Should You Advertise on the Back of a Bus?

How do you know where to advertise? And is the back of a bus a good choice?

A few weeks ago I was a passenger in the car when I came up behind a bus with an advert on the back of it.

What surprised me was that the advert was for a forklift truck – (I grabbed a quick photo with my phone to look at when I got back.)

I took this picture and blew it up to see the ad properly

So why is this a bad choice for selling forklift trucks?

One key element to all of your marketing is the target market, or niche. This is the group of people you’re trying to sell to.

Imagine for a moment that you are the forklift truck company. Exactly who are the people that are likely to buy forklift trucks? And where will you find them?

Not the best place to sell forklifts

I would imagine it’s anybody with a warehouse – so the materials or warehouse managers in bigger businesses, farmers for their barn management, smaller businesses in industrial units, any business that uses vans or trucks, and so on.

Once you understand your target market, you can pick the best places to reach them in a concentrated way. This bus advert, unless it gets lucky, is never going to do that.

It’s a waste of maybe £500 that could have paid for a better targeted marketing campaign to just the right people.

Direct mail, cold-calling, magazine advertising within the industry, a stand at an industry exhibition.  All are going to reach a far higher concentration of people who want what you sell, if you’re selling forklift trucks and accessories.

The next time somebody calls you up and asks you to advertise with them, consider whether enough of your best customers would even see the advert.

The back of buses is a place to reach the general consumer, not your specialist niche markets.

Bus-back advertising is normally done either by large corporations who use it as part of a far broader brand-building exercise or by small businesses who don’t have any kind of effective marketing plan.

If you normally approach your marketing rather randomly, consider starting with how to create a unique selling point for your business.

You might also use the free marketing plan template to build a more solid foundation for your lead generation.

If you’re considering social media for business, you might want to read about small business online marketing before you devote too much time to Twitter or Facebook.

And, if you know the guys responsible for marketing at Genesis Forklifts, help them out by getting them to give me a call.


  1. Paul Brierley on February 7th, 2011 at 10:49 am

    Interestingly we received 4 enquiries from the bus campaign and sold two machines.

  2. Lee on February 7th, 2011 at 4:06 pm

    Hi Paul,

    That’s always the challenge in critiquing a marketing piece – inevitably it performs differently to the way you’d expect. I don’t know your costs or the ROI from the campaign, but if it brought in good customers and made a profit for you, I hope you have kept it going.

    And of course, thanks for commenting on the article and putting me straight. It does surprise me and I’d be interested to dig further to see if this truly was the source of the four enquiries.

    Most companies don’t record accurately where leads come from and make some big assumptions. If you’ve managed to crack this element of marketing and are measuring all lead sources, that’s a good move.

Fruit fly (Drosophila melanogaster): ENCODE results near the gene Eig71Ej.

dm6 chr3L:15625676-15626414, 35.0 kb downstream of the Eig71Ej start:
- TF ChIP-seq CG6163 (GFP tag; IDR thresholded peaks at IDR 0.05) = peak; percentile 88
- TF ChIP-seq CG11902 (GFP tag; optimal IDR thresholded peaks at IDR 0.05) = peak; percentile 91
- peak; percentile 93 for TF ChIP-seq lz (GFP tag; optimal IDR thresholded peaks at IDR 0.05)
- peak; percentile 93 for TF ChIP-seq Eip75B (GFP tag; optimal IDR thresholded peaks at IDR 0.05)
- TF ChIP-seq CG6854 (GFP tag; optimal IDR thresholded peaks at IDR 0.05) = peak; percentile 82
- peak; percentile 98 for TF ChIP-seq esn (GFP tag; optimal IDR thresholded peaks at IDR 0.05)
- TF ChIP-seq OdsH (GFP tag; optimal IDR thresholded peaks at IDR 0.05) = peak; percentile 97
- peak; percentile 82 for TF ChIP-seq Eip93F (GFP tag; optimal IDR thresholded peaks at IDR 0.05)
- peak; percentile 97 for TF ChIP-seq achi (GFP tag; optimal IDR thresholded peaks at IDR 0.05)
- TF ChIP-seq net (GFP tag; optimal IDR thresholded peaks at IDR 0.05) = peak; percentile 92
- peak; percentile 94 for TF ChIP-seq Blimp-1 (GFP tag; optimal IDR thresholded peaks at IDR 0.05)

I still think there are a lot of marketing channels I’d pick well ahead of the backs of buses for your business though…


  3. Tim Spencer on June 28th, 2011 at 1:55 pm

    Hi Lee,

    If this particular bus has a route that goes through one or two industrial estates then it is quite possible that it could generate some business for the advertiser, but I do agree with you that it is a scatter-gun approach to marketing.

    Having said that, I recently ran a full page ad in a start-up magazine that is read by thousands, and placed an attractive offer in it for a free prize draw. I would have thought that there would have been several hundred enter the draw, but I was a bit disappointed to only get about 80 entires. It just goes to show, that even with a target audience, we can still make wrong assumptions about our target market.

  4. Lee on June 28th, 2011 at 2:21 pm

    Hi Tim,

    I think you’re right on the button – there’s a chance if the bus route is ideal, but it’s a small chance. I would imagine that those in need of fork lift trucks would tend to look directly for what they want in the obvious places – either via an Internet search, an industry specific magazine, referral from a neighbouring business or even, of all places, the dying Yellow Pages.

    The difficulty with untargeted marketing is the cost involved. It’s possible to spend thousands on a campaign that produces nothing but hot air (I know this because in years gone by I’ve done it myself!).

    I have been surprised in the past by some unusual things that have worked really well to produce sales. However, I’m just not convinced that advertising on the back of a bus would be a good recommendation for me to make to a forklift truck manufacturer.

    Which perhaps is an appropriate time to consider the invisible problem with marketing – pride – we don’t want to admit to ourselves that we made a mistake because if we do that, we admit that we “wasted” money and feel belittled.